“Like any financial investment, real estate comes with its own set of potential risks. When considering including residential real estate to your investment portfolio, it’s important to lean on the advice of experts, including a financial advisor, mortgage broker and real estate agent, to ensure your investment is in line with your long-term strategy and risk tolerance,” added Soper.

Looking to the future, 44 per cent of investors say they intend to keep their investment property or properties in their current state over the next two years. During the same time period, 26 per cent of investors plan to renovate one or more of their investment properties, while 24 per cent are planning to sell one or more of their homes.

“Investors play a pivotal role in supplying much-needed housing units to renters across the country, and will continue to be an important part of the Canadian real estate ecosystem as the nation welcomes an unprecedented number of immigrants in the coming years,” said Soper.

Royal LePage 2023 Real Estate Investors Report – Data chart:rlp.ca/table_2023-real-estate-investors-report

Regional Summaries

Greater Toronto Area

In the Greater Toronto Area, 64 per cent of investors own one residential investment property; 34 per cent own two or more. Forty-seven per cent of investors in the GTA say that they are likely to purchase an additional residential investment property within the next five years, lower than the national average of 51 per cent, and lower than the figures reported in the Greater Montreal Area (52%) and Greater Vancouver (54%).

“Owning a home is part of the Canadian dream. While owning a primary residence is itself a viable investment, many Canadians look to real estate investing as a means to build financial security; the benefit of which is not only having a tangible asset and possibly monthly cashflow, but also the potential for appreciation over time,” said Mike Heddle, broker, Royal LePage State Realty. “Consumers are becoming more educated on real estate investing, and their confidence and interest in the sector has increased in recent years. As the generation who grew up watching income property shows on HGTV, savvy millennials looking for opportunities to build generational wealth are a fast-growing segment of the GTA investor market.”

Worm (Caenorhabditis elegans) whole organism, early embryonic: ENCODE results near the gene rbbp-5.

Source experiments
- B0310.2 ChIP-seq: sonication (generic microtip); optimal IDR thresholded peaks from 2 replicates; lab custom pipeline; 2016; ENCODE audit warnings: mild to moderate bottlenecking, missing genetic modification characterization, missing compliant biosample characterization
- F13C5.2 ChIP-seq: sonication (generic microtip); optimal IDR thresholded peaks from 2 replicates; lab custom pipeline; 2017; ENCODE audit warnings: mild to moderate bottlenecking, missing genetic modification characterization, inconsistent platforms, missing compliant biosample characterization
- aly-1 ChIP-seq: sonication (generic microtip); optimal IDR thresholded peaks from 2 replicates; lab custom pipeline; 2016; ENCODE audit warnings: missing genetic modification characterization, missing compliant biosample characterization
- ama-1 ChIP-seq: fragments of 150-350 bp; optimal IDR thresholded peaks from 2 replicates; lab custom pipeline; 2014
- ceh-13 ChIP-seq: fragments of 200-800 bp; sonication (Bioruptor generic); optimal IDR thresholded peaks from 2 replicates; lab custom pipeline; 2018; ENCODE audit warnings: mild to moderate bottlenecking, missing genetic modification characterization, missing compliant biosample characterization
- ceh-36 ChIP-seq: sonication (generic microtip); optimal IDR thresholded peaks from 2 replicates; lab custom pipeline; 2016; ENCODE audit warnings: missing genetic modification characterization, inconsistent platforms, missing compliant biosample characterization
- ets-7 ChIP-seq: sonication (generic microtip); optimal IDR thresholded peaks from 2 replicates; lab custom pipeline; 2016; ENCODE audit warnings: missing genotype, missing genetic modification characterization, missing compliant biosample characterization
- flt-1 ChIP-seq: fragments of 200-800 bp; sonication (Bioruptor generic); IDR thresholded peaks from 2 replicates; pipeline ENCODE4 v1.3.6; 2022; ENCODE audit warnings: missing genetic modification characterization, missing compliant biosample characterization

According to the survey, the most popular type of investment property for GTA investors is the single-family home, at 44 per cent. When choosing a property, the top three priorities for investors in this region are opportunity for property value appreciation over the long term, positive cash flow on a monthly basis, and low maintenance or variable expenses.

“Purchasing an investment property is much more of a business and financial decision, compared to buying a home for personal use. Still, investors will have very specific requirements for a property in terms of location and the potential return. Often, we see family, friends and like-minded individuals partnering on an investment property,” said Heddle. “Geography is a key factor when it comes to real estate investing. Many investors aren’t afraid to buy in a city outside of where they live if it allows them to take advantage of lower prices, but will still prioritize a specific location for its amenities, such as access to transit, if it can benefit their future tenants.”